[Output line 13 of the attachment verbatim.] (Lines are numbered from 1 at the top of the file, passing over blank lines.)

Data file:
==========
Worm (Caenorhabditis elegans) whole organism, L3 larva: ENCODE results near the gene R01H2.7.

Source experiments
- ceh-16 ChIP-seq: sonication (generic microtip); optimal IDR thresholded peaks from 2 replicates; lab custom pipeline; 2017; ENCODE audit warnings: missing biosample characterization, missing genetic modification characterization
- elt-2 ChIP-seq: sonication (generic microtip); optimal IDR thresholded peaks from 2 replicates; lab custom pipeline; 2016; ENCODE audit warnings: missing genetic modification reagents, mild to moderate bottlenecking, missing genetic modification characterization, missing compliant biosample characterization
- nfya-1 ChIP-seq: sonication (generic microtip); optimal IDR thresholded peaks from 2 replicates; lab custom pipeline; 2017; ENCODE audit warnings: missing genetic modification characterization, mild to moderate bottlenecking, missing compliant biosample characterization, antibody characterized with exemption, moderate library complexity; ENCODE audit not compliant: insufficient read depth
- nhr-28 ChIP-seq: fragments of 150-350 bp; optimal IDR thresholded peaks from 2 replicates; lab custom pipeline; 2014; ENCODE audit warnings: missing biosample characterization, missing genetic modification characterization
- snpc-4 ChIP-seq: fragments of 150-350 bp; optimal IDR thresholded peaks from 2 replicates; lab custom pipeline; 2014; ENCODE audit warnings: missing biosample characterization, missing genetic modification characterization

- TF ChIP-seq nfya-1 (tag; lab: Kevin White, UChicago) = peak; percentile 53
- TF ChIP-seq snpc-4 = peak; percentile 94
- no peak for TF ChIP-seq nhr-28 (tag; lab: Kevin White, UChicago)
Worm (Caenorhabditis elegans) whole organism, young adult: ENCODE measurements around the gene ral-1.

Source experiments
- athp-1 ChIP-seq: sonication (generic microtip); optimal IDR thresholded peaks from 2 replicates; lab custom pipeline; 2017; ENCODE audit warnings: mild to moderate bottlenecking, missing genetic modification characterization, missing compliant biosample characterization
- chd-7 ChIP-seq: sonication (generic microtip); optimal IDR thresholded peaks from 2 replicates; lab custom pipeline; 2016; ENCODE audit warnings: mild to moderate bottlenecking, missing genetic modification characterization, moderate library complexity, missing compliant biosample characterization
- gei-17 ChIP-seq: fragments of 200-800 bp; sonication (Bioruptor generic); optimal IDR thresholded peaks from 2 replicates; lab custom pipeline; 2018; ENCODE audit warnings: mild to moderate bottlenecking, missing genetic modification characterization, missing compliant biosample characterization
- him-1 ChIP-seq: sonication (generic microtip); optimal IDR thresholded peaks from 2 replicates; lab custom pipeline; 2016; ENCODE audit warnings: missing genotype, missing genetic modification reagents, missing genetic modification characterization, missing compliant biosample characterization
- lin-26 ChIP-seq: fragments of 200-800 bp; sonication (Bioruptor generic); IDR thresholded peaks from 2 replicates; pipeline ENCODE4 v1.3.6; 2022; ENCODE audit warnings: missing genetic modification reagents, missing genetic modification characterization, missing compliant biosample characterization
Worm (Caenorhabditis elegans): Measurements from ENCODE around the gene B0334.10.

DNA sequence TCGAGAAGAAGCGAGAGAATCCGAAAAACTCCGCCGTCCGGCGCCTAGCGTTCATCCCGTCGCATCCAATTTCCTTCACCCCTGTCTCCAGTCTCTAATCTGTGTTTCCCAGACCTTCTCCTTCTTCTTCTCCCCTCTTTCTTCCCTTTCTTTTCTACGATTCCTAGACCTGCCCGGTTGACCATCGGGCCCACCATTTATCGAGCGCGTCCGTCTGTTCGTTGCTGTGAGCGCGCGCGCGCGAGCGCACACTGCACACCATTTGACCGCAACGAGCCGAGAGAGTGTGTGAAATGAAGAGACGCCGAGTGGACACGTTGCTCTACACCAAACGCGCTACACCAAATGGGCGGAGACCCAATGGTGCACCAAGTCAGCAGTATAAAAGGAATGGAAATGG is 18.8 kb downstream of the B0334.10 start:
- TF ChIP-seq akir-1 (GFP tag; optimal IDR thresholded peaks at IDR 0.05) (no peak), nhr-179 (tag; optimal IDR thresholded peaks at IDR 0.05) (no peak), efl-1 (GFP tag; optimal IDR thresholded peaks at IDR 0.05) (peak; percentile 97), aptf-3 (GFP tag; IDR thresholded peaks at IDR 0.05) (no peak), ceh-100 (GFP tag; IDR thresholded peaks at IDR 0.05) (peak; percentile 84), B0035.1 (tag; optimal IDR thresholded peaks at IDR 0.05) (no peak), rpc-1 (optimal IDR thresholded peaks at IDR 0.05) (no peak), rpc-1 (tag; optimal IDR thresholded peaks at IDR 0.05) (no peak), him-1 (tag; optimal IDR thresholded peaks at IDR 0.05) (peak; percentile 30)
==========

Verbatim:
- athp-1 ChIP-seq: sonication (generic microtip); optimal IDR thresholded peaks from 2 replicates; lab custom pipeline; 2017; ENCODE audit warnings: mild to moderate bottlenecking, missing genetic modification characterization, missing compliant biosample characterization